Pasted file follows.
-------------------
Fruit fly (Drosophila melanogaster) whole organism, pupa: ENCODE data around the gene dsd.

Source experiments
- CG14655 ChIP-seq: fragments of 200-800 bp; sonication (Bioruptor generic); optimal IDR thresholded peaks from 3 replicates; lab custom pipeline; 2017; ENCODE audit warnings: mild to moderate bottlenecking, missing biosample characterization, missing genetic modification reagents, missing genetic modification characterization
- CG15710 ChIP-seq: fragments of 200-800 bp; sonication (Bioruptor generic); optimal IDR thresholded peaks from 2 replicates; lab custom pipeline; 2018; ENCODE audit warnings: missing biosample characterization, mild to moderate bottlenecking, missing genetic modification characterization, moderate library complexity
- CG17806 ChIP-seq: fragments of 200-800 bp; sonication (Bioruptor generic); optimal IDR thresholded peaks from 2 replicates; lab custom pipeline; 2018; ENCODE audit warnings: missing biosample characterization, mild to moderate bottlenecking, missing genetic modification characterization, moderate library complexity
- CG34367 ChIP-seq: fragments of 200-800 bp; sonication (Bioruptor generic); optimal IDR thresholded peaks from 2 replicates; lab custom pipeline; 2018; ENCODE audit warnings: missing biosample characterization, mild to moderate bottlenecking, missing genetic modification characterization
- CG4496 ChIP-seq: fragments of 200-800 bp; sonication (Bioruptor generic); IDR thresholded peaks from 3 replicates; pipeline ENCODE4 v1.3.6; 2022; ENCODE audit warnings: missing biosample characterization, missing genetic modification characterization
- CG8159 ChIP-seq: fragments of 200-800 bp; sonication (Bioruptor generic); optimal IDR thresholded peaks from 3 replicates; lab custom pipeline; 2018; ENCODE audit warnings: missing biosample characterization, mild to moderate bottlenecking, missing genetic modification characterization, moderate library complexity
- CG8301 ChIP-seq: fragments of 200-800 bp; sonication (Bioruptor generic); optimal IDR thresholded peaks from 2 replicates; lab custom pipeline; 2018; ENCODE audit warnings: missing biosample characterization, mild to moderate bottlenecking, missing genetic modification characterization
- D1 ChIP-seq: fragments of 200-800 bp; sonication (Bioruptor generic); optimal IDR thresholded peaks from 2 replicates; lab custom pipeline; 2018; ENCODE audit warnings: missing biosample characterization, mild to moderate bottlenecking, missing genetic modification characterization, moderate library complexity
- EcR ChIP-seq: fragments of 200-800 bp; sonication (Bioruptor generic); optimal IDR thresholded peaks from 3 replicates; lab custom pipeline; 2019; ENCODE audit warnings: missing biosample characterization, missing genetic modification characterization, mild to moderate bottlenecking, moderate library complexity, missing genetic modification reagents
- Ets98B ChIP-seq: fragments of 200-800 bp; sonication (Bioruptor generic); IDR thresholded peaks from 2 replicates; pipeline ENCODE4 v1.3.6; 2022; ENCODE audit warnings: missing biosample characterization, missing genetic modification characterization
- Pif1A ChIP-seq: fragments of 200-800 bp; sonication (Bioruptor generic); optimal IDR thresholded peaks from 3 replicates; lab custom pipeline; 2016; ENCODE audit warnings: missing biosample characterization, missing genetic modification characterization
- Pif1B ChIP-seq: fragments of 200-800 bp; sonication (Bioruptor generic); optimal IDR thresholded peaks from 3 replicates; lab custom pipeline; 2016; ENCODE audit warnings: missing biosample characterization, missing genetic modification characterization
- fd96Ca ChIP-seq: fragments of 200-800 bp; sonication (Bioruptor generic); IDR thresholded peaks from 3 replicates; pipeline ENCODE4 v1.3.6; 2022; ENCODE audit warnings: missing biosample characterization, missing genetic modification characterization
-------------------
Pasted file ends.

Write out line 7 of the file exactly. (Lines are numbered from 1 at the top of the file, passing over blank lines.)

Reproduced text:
- CG4496 ChIP-seq: fragments of 200-800 bp; sonication (Bioruptor generic); IDR thresholded peaks from 3 replicates; pipeline ENCODE4 v1.3.6; 2022; ENCODE audit warnings: missing biosample characterization, missing genetic modification characterization